In support of the award made by the district court, McBrayer points to the following: extensive national publicity received by Water Wagon; 6,000 inquiries from the United States and several foreign countries concerning the water wagon; the marketing of the water wagon for approximately five years prior to the date of the contract, September 21, 1971; the sale of 382 water wagons between December 8, 1970, and the date of the contract; the sale of 669 units between the contract date and March 27, 1972, the date of Teckla's sale of Water Wagon to Canyon Plastics; the shipment of 350 units to dealers in this country and other countries during the first month of Teckla's operation of Water Wagon; a financial statement of September 21, 1971, prepared by Water Wagon's accountant, which showed a profit of $2,114.38 for the company's first nine and one-half months of operation, December 8, 1970 to September 20, 1971; and testimony that the limitation of incentive payments to the sale of 60,000 units over the six-year period was placed in the contract because Teckla thought that more than 60,000 units would be sold during the term of the contract.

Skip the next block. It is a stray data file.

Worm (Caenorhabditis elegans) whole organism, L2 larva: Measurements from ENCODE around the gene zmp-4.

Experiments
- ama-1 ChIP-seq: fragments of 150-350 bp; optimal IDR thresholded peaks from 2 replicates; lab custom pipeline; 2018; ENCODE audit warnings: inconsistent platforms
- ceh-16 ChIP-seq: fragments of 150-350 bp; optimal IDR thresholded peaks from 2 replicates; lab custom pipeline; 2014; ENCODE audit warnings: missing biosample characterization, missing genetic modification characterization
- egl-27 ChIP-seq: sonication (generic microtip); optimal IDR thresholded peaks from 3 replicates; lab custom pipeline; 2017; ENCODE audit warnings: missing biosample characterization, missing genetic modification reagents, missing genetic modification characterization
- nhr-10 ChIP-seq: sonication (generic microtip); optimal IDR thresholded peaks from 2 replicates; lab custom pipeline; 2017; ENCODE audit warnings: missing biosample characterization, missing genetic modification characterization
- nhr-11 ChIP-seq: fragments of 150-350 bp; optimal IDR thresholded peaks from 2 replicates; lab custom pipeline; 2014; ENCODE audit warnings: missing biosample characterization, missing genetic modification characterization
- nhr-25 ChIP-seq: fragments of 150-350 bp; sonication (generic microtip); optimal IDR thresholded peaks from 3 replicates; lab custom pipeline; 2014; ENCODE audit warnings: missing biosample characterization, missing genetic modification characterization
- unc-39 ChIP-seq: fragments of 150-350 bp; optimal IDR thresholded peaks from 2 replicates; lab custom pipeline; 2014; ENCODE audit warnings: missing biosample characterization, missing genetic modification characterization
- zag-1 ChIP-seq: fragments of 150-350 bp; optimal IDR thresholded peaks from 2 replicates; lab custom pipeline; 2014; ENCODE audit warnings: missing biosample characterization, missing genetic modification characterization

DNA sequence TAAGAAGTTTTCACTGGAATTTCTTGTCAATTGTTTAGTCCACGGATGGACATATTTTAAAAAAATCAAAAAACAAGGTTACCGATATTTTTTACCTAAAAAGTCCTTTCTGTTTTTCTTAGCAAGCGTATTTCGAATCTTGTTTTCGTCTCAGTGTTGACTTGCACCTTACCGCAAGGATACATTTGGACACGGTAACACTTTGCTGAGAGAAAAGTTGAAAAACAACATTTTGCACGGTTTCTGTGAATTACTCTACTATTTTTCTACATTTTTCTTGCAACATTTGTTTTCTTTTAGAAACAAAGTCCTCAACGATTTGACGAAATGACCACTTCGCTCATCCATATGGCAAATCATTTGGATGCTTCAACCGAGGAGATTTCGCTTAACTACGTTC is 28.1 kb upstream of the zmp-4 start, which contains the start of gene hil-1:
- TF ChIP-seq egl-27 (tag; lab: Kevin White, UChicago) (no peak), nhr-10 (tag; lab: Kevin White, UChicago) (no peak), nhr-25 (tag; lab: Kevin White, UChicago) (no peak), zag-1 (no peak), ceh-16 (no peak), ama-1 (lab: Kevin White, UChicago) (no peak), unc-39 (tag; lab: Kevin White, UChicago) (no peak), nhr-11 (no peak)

Teckla argues that the business of selling water wagons was new, unestablished, and unprofitable, and that, therefore, the jury's estimation was founded on speculation and conjecture. Teckla has suggested several factors in support of its contention. At the trial, Teckla presented a financial statement it had prepared which showed, in contrast to Water Wagon's own statement, that Water Wagon had suffered a loss of $5,110.07 for the period from December 7, 1970 to July 31, 1971. The primary difference between the two statements was the capitalization of certain expenses in Water Wagon's statement. Water Wagon's accountant testified that he thought Teckla's version was 'a little more accurate.' Teckla also contends that it had a loss of about $7,000 on the Water Wagon operation in December 1971, and that, when Teckla sold the Water Wagon operation to Canyon Plastics on March 27, 1972, an audit reflected a $56,000 loss on its investment, including an operational loss of about $38,000. Concerning the 60,000 unit limitation on incentive payments Teckla argues that there is no evidence that the figure was more than simply a dream of the parties.